Something similar happened when advances in radio technology during World War I led to the explosion of radio broadcasting stations in the early 1920s.  The creaky regulatory mechanism of the time stated that the Department of Commerce, which was charged with the task of regulating the new medium, could not deny licenses to any qualified applicant.  As a result, the airwaves got so crowded that in some locations radios were practically unusable.  Congress eventually acted, first by establishing the Federal Radio Commission in 1927, and then following it with the Federal Communications Commission in 1934, under whose ministrations we still operate today.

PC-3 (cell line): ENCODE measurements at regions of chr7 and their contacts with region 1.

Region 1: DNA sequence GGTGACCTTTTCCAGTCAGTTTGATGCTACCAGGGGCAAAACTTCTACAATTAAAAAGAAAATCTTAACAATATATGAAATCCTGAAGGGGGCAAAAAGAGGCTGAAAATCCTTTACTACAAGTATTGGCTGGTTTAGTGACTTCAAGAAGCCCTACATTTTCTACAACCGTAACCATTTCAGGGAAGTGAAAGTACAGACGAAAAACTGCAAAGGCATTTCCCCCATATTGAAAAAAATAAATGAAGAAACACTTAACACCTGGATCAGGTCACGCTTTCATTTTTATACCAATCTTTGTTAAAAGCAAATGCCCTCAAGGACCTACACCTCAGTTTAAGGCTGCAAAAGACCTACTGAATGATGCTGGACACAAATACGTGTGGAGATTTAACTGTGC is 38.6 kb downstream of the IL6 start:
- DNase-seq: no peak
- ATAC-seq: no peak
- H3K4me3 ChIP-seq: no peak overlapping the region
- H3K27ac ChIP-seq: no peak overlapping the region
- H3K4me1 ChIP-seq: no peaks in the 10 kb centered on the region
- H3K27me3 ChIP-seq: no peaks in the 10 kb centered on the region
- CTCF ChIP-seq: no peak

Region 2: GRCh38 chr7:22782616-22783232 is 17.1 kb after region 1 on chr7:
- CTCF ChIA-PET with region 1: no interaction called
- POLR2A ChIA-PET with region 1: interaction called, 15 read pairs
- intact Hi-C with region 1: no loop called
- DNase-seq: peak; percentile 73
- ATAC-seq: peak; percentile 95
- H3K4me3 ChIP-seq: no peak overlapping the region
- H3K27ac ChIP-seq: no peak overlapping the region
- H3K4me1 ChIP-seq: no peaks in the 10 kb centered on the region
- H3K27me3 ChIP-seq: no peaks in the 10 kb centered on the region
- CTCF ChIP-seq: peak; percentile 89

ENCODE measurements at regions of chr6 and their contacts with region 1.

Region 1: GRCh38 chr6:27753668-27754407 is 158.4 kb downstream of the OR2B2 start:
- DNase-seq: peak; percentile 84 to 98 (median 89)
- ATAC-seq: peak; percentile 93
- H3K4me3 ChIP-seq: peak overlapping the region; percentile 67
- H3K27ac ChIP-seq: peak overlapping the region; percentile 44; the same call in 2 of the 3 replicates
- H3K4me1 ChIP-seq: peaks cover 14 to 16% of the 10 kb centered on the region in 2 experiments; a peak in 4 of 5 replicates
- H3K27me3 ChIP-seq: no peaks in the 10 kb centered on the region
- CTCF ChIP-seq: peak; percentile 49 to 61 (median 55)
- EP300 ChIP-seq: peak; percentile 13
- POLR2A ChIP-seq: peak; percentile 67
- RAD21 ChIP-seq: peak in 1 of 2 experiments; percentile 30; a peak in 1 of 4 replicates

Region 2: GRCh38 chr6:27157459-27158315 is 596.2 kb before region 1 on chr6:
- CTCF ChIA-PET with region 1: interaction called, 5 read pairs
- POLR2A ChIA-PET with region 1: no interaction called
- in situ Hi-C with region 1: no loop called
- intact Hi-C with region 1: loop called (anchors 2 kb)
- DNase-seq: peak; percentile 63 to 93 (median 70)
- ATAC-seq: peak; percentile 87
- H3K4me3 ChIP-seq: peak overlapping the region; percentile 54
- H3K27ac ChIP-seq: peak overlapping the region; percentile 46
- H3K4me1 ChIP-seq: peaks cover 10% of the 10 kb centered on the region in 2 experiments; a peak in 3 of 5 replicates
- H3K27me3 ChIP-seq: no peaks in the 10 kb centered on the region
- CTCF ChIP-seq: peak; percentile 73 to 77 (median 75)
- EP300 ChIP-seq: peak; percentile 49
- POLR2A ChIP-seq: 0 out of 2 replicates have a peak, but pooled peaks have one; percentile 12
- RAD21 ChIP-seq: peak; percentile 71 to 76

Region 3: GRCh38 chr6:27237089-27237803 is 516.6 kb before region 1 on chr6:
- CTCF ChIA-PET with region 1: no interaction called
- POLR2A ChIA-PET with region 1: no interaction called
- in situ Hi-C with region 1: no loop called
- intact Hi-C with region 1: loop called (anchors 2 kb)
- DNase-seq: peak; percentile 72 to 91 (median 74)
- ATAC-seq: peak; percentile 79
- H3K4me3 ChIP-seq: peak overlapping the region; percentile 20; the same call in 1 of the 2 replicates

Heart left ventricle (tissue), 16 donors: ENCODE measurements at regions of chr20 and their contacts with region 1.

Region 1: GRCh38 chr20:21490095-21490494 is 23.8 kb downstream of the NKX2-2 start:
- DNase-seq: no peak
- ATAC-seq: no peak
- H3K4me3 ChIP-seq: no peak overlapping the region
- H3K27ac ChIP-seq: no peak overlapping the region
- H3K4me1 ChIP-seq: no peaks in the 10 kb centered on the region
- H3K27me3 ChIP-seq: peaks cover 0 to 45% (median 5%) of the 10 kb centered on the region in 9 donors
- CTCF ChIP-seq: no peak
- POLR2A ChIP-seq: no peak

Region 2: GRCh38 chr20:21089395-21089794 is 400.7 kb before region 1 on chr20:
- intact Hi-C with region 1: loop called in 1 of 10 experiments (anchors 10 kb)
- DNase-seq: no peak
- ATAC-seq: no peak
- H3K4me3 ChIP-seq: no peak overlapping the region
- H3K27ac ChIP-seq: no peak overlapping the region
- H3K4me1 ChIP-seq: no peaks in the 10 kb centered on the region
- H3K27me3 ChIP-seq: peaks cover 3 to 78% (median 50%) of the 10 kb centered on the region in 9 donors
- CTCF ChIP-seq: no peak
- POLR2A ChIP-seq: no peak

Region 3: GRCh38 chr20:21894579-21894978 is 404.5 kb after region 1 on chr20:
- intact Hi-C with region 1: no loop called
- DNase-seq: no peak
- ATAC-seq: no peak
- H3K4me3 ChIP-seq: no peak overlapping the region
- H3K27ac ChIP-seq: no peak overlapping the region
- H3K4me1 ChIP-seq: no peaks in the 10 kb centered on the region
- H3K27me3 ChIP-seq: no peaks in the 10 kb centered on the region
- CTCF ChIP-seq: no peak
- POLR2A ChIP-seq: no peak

Fortunately, the FAA is already up and running, so the situation is not as wild-westish as it could be.  The main issue facing the agency is not lack of regulatory authority—it has plenty of that—but the question of how to allow drones into the air in a way that both allows innovative commercial uses and preserves the exemplary safety record of U. S. air flights that has been achieved in recent years.  The experimental test sites the FAA has set up (besides Nevada, there are locations in Alaska, New York, North Dakota, Texas, and Virginia) can play a critical role in both uncovering unknown potential problems and in finding practical solutions to them.